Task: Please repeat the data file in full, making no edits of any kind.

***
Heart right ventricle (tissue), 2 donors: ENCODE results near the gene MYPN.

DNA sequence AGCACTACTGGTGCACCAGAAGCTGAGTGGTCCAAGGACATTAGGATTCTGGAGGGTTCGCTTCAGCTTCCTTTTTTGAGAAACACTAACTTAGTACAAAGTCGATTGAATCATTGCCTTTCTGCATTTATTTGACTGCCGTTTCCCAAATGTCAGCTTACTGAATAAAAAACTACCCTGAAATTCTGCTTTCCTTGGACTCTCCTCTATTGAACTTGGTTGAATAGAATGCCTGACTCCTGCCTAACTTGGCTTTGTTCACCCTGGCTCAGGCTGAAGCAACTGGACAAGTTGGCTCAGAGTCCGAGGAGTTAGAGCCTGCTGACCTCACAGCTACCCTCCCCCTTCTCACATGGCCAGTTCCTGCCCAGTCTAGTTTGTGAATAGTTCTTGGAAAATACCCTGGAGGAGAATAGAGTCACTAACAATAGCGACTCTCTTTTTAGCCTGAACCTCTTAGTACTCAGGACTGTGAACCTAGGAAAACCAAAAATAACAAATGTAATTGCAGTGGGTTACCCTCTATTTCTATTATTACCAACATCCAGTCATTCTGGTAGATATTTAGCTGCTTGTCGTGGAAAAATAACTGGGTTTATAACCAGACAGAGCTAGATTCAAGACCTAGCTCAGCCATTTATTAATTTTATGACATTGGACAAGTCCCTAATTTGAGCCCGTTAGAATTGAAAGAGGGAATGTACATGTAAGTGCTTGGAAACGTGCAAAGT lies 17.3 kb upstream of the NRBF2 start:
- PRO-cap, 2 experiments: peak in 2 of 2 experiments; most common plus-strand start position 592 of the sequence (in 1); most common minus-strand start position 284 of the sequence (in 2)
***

Heart right ventricle (tissue), 2 donors: ENCODE results near the gene MYPN.

DNA sequence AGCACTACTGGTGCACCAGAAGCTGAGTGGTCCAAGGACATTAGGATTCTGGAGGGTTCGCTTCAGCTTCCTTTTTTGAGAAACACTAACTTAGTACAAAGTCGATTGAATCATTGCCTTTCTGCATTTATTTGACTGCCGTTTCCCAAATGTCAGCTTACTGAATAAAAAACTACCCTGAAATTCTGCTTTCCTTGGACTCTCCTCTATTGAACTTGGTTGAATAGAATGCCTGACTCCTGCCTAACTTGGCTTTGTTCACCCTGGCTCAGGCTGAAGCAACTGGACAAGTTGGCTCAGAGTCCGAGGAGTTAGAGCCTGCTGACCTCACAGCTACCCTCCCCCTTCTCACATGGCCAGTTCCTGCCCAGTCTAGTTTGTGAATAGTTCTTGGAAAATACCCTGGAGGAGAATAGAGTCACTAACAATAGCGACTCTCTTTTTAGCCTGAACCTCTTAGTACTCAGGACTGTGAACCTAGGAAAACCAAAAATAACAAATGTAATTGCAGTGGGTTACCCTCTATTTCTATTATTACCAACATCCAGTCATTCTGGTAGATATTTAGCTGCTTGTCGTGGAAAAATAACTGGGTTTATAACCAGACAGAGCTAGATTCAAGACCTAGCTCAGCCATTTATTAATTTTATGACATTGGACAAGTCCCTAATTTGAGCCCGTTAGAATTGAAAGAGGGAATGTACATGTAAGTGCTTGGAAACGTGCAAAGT lies 17.3 kb upstream of the NRBF2 start:
- PRO-cap, 2 experiments: peak in 2 of 2 experiments; most common plus-strand start position 592 of the sequence (in 1); most common minus-strand start position 284 of the sequence (in 2)